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HomeUncategorizedNo, Seriously, NASA's Space Launch System Is Ready To Take Off

No, Seriously, NASA's Space Launch System Is Ready To Take Off

It’s happening –

The rocket may launch in two weeks.

Eric Berger

NASA's Space Launch System rocket, reflected in the turn basin at the Kennedy Space Center in Florida, rolls out for a fourth attempt at a wet dress rehearsal on June 6, 2022.

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NASA’s Space Launch System rocket, Reflecting in the Turning Basin at the Kennedy Space Center in Florida, for the fourth wet dress rehearsal on June 6, 2022.

Trevor Malman

It does happen. NASA is finally ready to launch its massive Space Launch System rocket, barring disaster, otherwise Orion The spaceship will fly to the moon and back.

Space Agency for this Artemis 1 mission Final pre-launch preparations are well underway, in fact, NASA now plans to push the rocket toward launch as early as Tuesday, August 16 at 9pm ET (Wednesday 01:00 UTC) using the 39B. This is two days ahead of the previously announced launch schedule.

The launch date of this earlier rocket is on the weekend After completing the flight termination system test. This was the last major test of the launch system and spacecraft before launch, marking the completion of all major pre-launch activities. NASA continues to set three dates to attempt an Artemis 1 launch: August 29, September 2, and September 5.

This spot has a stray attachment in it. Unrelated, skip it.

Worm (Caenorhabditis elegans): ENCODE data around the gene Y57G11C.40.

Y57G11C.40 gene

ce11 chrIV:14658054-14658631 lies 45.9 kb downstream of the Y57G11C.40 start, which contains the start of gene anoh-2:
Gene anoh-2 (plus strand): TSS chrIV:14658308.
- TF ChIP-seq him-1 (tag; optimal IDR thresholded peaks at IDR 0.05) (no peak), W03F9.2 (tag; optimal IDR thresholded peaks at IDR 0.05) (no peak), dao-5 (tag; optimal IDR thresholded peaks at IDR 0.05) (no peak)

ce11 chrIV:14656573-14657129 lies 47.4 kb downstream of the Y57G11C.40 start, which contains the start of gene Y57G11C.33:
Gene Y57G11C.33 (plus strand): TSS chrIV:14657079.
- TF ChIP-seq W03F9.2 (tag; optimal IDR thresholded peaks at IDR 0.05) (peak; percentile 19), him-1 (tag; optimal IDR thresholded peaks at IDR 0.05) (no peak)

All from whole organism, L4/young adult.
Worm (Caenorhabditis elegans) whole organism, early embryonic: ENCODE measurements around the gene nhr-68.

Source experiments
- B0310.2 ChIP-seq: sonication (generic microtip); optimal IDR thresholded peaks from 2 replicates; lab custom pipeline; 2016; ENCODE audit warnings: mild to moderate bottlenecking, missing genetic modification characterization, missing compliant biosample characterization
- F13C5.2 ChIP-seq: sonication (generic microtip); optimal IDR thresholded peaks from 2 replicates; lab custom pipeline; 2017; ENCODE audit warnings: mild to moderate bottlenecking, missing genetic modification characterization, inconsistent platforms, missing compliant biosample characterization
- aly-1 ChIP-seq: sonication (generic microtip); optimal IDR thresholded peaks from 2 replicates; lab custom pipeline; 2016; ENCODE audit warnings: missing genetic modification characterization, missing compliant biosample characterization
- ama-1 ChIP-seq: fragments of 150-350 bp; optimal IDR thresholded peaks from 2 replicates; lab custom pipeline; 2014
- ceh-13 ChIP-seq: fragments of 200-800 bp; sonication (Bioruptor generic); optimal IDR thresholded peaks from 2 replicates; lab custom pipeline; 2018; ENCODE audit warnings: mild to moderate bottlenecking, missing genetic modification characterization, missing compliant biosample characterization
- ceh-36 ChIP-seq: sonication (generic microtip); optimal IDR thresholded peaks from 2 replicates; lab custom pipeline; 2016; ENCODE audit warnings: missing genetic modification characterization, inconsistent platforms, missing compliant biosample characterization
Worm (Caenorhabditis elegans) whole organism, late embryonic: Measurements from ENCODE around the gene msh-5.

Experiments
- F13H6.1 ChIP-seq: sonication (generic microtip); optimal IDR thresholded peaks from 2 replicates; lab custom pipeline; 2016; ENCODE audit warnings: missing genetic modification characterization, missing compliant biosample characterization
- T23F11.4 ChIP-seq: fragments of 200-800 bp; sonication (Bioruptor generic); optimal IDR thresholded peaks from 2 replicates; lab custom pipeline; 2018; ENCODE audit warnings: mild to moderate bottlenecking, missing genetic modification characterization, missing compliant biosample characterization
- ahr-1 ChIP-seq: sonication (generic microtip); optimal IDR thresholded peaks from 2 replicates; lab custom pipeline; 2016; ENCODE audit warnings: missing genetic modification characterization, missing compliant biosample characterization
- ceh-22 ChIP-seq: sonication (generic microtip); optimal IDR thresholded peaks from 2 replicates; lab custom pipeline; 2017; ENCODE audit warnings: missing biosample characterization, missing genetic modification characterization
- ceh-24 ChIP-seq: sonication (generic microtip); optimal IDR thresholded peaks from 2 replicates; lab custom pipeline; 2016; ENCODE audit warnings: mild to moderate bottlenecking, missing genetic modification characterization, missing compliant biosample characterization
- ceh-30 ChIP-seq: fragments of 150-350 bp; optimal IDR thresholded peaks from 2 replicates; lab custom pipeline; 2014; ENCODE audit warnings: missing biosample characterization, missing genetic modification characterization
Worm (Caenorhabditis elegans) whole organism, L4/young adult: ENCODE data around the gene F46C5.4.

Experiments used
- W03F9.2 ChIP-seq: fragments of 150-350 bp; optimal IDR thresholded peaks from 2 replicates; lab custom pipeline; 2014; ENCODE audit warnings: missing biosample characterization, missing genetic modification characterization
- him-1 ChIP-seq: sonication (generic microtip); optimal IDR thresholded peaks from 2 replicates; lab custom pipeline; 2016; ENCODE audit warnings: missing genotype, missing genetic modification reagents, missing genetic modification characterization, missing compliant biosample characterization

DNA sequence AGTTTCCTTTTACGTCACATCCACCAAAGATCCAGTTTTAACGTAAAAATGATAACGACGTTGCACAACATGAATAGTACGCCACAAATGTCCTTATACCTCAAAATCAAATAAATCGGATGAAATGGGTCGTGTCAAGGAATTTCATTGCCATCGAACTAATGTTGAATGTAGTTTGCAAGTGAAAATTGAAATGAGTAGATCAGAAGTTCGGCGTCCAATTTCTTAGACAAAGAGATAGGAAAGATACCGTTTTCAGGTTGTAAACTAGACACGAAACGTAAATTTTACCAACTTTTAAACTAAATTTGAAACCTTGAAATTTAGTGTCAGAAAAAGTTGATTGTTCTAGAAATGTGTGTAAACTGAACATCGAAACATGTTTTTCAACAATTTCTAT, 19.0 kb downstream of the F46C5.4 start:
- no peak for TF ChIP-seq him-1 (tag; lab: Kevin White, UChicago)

The flight termination system is a separate component of the rocket. If something goes wrong during takeoff, ground controllers can send a signal to the flight termination system to destroy the rocket before it veers off course and threatens populated areas.

Because this termination system is separate from the rocket, it has A self-contained power supply is rated for only about three weeks. The limit was established by the U.S. Space Force, which operates the Eastern Range, including the Kennedy Space Center. The problem NASA faces is that one of its proposed launch dates, Sept. 5, is outside the stated limit.

However, NASA says it has received Delta 45’s extension on flight termination system validation from 20 to 25 days before retesting is required. NASA said the waiver will be in effect for the duration of the Artemis I launch attempt. However, if the mission fails to launch in one of these three attempts due to weather, technical issues or other scrubbing reasons, the rocket will need to be rolled back to the Vehicle Assembly Building for work on the flight termination system.

Each of the three upcoming launch opportunities will allow “Long-Term – The Orion spacecraft’s ‘class’ mission, which will be unloaded and flown into lunar orbit for several weeks before returning to Earth and splashing down in the Pacific Ocean. Missions range in length from 39 to 42 days. The Artemis I mission represents NASA and its commitment to A major step forward in the ambitious human exploration program in deep space. The next launch of the rocket will carry four astronauts around the moon, with a third launch planned for a human landing in the mid-2020s.

The SLS rocket program is often criticized for its extensive delays and price tag in excess of $20 billion. However, after a successful launch in a few weeks, the space agency will be able to address at least one of these criticisms by demonstrating that the large rocket works as intended.



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